One thing I know for sure, I AM NOT INTERESTED in a range extender. I have enough gas cars to maintain, I don't need another one.

SmartElectric

Re: Economics of long range Leaf

Sat Oct 04, 2014 8:52 pm

evnow wrote: This whole idea of "wasteful to have extra" can be extended to almost anything. Why have 4/5 seats when 70% of the time you drive alone ? Why lug around an ICE that you use only 10% of the time ? etc. etc.
Precisely one of the reasons I bought a Smart Fortwo Electric Drive, as I only need it for commuting and trips to the store.

Like many, we're a two car family, so our "range extender" is a gas car that gets driven less than 10,000km per year, and most of that is 200+km trips in the dead of winter where the only reasonable replacement available today is the Tesla Model S with the 85kWh battery option.

So : I am compromising today by driving on gas for big trips, as I cannot rationalize the cost of the Tesla. Once a low cost car ($50k) with 300+km range is available, good bye gas!

adric22
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Leaf Number: 000768
Location: Fort Worth, TX

Re: Economics of long range Leaf

Sun Oct 05, 2014 6:16 am

BestPal wrote: Please get your facts straight, the i3's extender is offered for $3,850, not $5k. And that's BMW. Let's say nissan could bring the price below $3K for an extender which is not an unreasonable expectation. So for most of your commute needs you wouldn't have to carry around that 600lb extra 24kwh battery but would be equipped with a 250lb extender for when you need it. So lighter weight/more efficiency on regular commute under 75 all-electric miles and virtually unlimited range in gas mode when you need it, no planning and no time wasting at level 3 public charging stations, as well as that peace of mind that you always have that backup accompanied by lower initial sticker price. What's not to like? I'll take that REx any day of the week when compared to planning around Level 3 charging, failed stations when you get to one, a line of 2 cars in front of you waiting to charge when you find a working one (ask me how I know) and pricing per charge. I'm so done with that!!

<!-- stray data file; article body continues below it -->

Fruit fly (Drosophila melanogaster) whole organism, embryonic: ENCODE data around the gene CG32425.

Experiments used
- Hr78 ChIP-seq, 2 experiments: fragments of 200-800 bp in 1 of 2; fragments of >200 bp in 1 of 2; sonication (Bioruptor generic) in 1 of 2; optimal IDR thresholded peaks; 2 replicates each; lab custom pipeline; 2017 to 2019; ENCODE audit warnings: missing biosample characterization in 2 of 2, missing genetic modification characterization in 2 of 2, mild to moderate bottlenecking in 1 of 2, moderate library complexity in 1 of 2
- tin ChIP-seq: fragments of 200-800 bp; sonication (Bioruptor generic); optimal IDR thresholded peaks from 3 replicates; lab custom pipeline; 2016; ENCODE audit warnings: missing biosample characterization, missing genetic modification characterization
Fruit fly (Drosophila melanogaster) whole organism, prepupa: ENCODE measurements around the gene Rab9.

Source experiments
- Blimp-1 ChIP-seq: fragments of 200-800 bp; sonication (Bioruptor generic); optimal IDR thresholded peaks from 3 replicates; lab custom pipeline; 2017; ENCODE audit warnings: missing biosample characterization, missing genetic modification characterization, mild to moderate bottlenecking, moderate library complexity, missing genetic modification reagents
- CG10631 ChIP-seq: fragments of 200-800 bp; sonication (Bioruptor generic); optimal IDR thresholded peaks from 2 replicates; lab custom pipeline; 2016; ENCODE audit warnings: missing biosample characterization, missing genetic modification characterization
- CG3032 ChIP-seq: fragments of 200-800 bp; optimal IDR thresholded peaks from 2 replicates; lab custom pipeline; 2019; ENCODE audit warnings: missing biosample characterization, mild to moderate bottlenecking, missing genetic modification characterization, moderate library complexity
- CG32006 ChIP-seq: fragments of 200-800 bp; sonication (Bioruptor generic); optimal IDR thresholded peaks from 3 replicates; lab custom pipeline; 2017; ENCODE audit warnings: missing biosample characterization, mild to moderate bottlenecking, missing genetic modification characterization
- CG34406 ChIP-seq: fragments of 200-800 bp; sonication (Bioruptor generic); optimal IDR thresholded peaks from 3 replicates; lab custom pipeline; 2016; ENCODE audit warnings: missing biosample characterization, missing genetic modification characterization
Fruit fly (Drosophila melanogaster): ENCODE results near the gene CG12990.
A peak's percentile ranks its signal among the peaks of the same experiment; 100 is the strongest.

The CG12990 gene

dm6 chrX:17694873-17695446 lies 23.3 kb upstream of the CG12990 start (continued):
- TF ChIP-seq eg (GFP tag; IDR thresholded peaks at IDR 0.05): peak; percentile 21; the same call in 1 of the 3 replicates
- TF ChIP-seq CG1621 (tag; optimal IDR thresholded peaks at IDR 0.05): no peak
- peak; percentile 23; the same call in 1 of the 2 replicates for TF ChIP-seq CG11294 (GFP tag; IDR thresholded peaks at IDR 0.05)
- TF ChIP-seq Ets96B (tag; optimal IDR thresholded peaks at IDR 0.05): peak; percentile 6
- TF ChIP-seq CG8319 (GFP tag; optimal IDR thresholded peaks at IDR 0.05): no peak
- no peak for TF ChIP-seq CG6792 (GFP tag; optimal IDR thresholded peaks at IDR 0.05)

You pretty much took the words right out of my mouth. I've done similar math several times and keep coming up with the same answer. ICE is cheaper than battery right now. So if you want a plug-in car, the most economical thing to do is find a PHEV with the battery range you need, and use the ICE for those rare trips. My Volt has essentially been an EV for me 99% of the time. I rarely drive more than 40 miles in a day, and there are times I've managed to drive 80 miles in a day and still not use gas thanks to nearby public chargers.